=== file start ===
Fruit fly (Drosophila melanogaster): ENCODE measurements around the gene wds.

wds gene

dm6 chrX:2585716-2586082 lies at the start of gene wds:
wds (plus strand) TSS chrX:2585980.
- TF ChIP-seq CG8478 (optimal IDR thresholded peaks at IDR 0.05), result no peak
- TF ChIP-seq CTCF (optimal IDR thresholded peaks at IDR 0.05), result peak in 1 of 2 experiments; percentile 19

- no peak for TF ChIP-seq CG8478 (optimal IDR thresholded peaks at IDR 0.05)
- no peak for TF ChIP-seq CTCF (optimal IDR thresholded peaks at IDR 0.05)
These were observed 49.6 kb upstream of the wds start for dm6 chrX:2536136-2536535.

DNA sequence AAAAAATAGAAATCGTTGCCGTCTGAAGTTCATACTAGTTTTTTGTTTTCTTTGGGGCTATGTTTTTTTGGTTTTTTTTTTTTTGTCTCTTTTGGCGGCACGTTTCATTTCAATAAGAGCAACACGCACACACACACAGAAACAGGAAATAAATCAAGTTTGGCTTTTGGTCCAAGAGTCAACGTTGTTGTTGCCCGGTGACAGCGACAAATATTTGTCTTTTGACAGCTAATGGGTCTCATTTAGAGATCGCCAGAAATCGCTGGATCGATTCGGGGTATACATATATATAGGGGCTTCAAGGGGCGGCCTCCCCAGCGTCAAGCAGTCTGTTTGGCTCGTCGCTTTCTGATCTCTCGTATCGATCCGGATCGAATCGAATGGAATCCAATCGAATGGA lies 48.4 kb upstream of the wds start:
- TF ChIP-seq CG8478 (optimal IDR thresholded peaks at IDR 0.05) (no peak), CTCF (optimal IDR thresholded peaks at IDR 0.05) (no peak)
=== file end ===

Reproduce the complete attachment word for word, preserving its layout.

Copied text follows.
Fruit fly (Drosophila melanogaster): ENCODE measurements around the gene wds.

wds gene

dm6 chrX:2585716-2586082 lies at the start of gene wds:
wds (plus strand) TSS chrX:2585980.
- TF ChIP-seq CG8478 (optimal IDR thresholded peaks at IDR 0.05), result no peak
- TF ChIP-seq CTCF (optimal IDR thresholded peaks at IDR 0.05), result peak in 1 of 2 experiments; percentile 19

- no peak for TF ChIP-seq CG8478 (optimal IDR thresholded peaks at IDR 0.05)
- no peak for TF ChIP-seq CTCF (optimal IDR thresholded peaks at IDR 0.05)
These were observed 49.6 kb upstream of the wds start for dm6 chrX:2536136-2536535.

DNA sequence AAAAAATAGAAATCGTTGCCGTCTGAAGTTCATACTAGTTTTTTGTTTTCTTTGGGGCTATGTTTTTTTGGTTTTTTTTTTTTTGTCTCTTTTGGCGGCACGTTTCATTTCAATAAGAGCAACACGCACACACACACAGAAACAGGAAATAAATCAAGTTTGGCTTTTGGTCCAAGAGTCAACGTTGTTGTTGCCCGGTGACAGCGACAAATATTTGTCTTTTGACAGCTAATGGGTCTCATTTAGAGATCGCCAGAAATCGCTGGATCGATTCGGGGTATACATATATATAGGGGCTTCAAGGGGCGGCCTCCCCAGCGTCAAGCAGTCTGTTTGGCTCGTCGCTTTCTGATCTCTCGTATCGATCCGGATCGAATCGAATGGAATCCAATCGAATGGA lies 48.4 kb upstream of the wds start:
- TF ChIP-seq CG8478 (optimal IDR thresholded peaks at IDR 0.05) (no peak), CTCF (optimal IDR thresholded peaks at IDR 0.05) (no peak)